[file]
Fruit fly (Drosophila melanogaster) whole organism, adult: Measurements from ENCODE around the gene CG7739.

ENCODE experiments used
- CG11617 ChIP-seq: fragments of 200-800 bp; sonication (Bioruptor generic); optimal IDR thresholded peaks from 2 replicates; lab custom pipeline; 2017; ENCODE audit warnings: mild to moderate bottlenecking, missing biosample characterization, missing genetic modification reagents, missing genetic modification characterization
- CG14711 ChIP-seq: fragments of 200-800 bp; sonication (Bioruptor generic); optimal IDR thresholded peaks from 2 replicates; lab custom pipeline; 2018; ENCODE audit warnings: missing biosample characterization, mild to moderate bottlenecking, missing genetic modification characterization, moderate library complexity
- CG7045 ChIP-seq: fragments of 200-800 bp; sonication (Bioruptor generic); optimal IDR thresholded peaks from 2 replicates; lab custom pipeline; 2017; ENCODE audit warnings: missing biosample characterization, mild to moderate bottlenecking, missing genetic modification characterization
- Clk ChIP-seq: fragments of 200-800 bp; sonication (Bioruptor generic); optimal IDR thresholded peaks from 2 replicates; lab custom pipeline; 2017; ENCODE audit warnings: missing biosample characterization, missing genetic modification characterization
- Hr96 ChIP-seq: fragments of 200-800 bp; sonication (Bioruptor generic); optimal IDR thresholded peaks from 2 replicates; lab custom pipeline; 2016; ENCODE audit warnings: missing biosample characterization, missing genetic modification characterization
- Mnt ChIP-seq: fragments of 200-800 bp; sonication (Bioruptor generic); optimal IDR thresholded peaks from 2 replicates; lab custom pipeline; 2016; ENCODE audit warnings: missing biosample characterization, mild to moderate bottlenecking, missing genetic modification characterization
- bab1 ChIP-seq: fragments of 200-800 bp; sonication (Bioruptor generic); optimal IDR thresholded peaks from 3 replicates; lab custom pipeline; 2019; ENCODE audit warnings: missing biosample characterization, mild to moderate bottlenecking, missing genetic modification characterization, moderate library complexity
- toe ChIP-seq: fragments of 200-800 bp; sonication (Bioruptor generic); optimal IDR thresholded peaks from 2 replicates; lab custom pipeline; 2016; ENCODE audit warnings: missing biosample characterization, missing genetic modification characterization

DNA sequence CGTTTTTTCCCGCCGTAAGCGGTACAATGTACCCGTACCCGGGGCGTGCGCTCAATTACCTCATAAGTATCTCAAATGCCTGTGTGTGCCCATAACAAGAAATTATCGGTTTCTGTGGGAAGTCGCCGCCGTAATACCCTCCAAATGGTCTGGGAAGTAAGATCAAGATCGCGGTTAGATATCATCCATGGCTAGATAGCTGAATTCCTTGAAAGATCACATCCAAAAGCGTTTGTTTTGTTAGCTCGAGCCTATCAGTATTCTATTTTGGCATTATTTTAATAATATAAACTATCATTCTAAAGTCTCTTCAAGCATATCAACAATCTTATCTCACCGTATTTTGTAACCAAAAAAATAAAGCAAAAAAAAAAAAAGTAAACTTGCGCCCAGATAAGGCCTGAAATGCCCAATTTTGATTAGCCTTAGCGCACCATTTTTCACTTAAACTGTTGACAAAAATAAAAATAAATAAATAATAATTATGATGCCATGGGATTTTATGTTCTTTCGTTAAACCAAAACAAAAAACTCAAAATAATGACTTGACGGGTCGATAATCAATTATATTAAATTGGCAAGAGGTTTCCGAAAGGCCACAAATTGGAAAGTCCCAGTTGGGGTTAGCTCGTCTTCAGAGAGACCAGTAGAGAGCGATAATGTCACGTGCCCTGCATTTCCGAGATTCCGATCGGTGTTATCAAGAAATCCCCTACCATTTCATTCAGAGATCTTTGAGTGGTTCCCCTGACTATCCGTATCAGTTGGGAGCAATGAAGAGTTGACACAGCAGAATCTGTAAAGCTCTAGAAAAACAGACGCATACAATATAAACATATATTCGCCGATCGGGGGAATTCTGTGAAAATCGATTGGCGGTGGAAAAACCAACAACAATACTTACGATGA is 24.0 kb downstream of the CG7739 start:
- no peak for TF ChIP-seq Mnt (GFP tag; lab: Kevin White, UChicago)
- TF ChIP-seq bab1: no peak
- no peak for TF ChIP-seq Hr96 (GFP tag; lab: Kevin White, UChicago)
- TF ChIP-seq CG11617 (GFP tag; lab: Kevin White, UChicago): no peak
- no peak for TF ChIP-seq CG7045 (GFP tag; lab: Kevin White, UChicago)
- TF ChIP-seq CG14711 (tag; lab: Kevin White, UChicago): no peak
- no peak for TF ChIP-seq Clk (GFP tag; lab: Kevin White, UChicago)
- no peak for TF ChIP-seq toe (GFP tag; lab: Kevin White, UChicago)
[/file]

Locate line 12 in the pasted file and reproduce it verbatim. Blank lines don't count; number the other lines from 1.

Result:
- no peak for TF ChIP-seq Mnt (GFP tag; lab: Kevin White, UChicago)